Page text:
A new study has found that the reduced activity of an important inflammatory enzyme is common among people with suicidal tendencies.
In the study published in Translational Psychiatry, the Australia, U.S. and Sweden teams who collaborated for the research wrote that the low activity of ACMSD, the enzyme that regulates inflammation and its byproducts, is evident in suicide patients they tested.
“We believe that people who have reduced activity of the enzyme are especially vulnerable to developing depression and suicidal tendencies when they suffer from various infections or inflammation. We also believe that inflammation is likely to easily become chronic in people with impaired activity of ACMSD,” Van Andel Research Institute in Grand Rapids, Michigan professor Lena Brundin, who is one of the researchers, stated.
As part of the research, the scientists analyzed the metabolites and byproducts present in the blood and spinal fluid during bouts of infection and inflammation of their patients, since people with suicidal tendencies typically have inflammation in these fluids, according to Science Blog.
Healthy people have normal ACMSD activity which leads to a balance in the production of picolinic acid and quinolinic acid. Among the suicide patients the researchers tested however, the production of the acids in the plasma and spinal fluid are unstable.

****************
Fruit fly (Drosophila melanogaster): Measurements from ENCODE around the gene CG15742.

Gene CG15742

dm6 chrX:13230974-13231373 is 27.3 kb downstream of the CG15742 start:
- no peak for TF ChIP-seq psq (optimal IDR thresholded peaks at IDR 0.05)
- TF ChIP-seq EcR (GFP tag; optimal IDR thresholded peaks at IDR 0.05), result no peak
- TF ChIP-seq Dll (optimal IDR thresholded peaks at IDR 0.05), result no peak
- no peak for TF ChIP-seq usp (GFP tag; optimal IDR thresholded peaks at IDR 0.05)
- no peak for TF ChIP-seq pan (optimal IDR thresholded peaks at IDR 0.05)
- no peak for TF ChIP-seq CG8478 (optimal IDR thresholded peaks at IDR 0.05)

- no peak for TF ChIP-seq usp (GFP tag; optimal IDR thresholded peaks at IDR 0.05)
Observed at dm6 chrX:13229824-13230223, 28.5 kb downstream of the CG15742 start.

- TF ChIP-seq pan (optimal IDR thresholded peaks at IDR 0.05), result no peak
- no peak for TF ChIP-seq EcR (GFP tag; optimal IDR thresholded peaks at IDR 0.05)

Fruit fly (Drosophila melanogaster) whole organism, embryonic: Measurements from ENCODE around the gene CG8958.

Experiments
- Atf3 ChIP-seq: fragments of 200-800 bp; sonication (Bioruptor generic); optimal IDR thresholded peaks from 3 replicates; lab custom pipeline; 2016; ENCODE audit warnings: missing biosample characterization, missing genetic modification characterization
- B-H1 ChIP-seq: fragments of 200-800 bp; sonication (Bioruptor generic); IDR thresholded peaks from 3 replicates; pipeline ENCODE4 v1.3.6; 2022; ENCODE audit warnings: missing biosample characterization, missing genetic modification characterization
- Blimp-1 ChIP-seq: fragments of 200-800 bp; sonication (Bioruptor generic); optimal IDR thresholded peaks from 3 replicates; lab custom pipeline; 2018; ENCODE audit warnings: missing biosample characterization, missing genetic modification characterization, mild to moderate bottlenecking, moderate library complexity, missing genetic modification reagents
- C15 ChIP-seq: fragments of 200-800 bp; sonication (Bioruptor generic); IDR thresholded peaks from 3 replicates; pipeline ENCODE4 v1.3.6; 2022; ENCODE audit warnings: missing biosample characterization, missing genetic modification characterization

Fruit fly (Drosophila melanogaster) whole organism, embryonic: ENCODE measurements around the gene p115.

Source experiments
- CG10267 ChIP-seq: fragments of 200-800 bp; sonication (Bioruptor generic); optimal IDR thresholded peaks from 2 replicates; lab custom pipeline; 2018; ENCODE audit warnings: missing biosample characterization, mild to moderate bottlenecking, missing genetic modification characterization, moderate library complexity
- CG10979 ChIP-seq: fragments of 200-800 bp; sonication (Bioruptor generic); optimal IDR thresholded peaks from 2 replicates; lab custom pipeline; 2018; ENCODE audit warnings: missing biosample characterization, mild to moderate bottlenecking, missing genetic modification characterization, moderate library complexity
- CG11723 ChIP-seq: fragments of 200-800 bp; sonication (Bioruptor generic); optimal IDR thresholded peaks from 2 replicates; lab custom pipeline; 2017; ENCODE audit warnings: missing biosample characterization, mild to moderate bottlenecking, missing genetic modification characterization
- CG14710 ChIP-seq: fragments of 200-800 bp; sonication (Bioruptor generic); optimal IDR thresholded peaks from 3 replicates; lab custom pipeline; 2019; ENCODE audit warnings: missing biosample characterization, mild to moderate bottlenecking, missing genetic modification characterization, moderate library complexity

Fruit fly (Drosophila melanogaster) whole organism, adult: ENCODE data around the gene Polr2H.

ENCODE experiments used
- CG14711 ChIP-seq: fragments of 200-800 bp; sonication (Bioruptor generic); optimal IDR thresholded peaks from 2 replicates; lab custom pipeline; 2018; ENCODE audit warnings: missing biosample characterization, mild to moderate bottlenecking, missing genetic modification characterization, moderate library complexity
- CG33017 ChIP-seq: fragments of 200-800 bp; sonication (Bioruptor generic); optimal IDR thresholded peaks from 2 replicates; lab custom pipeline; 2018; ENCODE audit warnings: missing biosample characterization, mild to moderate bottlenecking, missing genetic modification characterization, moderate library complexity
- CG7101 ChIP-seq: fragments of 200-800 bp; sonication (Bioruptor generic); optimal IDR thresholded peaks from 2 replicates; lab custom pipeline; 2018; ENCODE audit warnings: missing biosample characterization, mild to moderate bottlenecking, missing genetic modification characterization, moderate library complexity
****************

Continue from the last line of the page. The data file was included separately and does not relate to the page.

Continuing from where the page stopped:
With this knowledge, the scientists now want to further their study and determine whether this finding is only present in people with suicidal thoughts or if this also occurs among severely depressed patients, EurekAlert has learned.
Apart from Brundin, other scientists who were involved in the collaborative study are Sophie Erhardt, Mikael Landen, Carl M. Sellgren, Erik Palsson, Christina Lundgren, Jamie Grit, Chai K. Lim, Martin Sameulsson, Patrik Brundin, Gilles J. Guillemin, Dietmar Fuchs, Lil Träskman-Bendz and Teodor T. Postolache.
The research was funded by several instituions, including the National Institute of Mental Health, the Joint Institute for Food Safety and Applied Nutrition of the University of Maryland, the Swedish Research Council and the American Foundation for Suicide Prevention.